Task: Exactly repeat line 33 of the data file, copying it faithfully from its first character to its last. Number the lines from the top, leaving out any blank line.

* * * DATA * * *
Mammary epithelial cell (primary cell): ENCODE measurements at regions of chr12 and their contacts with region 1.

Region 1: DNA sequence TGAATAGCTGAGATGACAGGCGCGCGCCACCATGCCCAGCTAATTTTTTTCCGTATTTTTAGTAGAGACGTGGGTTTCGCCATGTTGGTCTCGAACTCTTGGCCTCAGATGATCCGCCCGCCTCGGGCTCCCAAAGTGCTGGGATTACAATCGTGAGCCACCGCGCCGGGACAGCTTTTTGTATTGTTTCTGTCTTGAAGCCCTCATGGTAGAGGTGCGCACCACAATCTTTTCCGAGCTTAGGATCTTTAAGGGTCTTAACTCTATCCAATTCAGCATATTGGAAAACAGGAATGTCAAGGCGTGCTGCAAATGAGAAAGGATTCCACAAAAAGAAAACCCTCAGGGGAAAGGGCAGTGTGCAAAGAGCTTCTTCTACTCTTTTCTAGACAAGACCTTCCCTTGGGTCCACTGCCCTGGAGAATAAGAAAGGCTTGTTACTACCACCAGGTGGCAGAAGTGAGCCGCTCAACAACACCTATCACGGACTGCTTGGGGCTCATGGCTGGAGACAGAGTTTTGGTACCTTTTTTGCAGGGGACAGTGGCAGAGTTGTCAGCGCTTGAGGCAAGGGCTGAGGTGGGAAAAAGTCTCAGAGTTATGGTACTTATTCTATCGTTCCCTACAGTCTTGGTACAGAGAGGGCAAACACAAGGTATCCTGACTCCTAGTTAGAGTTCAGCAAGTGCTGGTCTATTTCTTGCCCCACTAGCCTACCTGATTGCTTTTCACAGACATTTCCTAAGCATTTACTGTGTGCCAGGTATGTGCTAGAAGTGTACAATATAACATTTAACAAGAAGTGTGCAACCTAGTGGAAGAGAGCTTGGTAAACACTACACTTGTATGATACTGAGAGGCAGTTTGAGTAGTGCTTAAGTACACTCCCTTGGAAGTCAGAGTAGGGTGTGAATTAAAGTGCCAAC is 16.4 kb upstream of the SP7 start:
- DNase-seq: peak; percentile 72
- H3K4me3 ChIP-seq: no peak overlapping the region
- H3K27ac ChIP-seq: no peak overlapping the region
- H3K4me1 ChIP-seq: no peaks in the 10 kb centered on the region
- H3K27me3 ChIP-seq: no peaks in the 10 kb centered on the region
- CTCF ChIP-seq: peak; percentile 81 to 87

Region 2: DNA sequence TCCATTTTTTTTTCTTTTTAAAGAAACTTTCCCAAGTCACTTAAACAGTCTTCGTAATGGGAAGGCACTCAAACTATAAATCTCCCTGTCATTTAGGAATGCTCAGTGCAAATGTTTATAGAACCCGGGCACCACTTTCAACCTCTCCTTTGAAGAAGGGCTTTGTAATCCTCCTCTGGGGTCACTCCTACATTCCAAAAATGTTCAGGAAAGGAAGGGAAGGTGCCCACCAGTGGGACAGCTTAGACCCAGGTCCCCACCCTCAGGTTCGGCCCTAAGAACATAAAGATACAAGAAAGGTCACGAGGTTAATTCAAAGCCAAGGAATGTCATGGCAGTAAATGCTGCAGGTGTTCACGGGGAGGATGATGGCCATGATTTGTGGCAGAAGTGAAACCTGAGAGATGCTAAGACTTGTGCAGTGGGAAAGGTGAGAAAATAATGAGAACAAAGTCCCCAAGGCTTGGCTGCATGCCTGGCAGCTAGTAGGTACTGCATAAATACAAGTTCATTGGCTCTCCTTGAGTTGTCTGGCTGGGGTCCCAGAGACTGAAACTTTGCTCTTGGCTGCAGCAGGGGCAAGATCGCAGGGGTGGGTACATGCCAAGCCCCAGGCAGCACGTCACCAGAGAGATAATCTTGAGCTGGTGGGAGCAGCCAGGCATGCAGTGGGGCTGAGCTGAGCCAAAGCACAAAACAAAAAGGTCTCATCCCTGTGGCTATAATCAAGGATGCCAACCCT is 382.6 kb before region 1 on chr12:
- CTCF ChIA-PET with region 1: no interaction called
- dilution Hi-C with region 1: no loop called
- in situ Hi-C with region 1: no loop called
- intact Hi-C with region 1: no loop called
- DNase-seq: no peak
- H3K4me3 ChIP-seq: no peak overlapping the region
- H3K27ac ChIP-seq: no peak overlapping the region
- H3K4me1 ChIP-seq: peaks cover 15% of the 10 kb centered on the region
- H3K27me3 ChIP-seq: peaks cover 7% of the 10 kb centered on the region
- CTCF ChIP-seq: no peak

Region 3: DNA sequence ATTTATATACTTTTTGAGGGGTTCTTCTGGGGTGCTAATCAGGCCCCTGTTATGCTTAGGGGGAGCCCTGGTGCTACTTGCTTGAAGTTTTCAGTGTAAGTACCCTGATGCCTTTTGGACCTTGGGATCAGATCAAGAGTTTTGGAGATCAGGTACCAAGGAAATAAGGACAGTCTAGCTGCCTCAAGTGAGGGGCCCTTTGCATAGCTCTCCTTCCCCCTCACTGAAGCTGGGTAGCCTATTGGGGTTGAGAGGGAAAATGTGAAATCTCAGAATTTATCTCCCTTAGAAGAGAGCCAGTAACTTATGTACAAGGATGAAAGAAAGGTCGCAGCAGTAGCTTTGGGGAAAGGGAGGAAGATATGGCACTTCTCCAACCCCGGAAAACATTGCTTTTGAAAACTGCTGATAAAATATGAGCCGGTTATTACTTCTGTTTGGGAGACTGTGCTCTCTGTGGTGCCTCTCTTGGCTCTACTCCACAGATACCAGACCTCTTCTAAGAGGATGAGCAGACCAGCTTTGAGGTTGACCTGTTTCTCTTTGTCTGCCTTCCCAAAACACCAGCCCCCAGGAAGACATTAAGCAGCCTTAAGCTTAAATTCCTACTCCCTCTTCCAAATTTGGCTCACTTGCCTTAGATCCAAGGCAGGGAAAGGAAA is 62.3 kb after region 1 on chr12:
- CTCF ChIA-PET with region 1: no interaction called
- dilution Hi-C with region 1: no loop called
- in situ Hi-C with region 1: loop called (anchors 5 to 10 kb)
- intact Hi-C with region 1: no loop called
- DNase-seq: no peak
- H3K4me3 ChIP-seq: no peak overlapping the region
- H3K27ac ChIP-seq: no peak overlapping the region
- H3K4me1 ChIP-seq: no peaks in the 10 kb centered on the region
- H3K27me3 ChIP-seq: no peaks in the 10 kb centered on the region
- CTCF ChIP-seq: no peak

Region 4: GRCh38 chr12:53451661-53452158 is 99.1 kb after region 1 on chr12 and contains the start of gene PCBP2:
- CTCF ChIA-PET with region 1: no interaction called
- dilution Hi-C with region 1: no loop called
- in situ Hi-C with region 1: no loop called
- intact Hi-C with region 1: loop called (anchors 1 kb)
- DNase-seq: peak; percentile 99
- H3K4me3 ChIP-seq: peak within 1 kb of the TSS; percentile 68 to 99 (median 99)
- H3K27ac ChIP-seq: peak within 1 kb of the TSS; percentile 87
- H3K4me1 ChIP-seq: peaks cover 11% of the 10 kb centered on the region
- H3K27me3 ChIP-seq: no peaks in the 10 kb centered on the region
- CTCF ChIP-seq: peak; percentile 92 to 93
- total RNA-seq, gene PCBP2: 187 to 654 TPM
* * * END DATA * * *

- dilution Hi-C with region 1: no loop called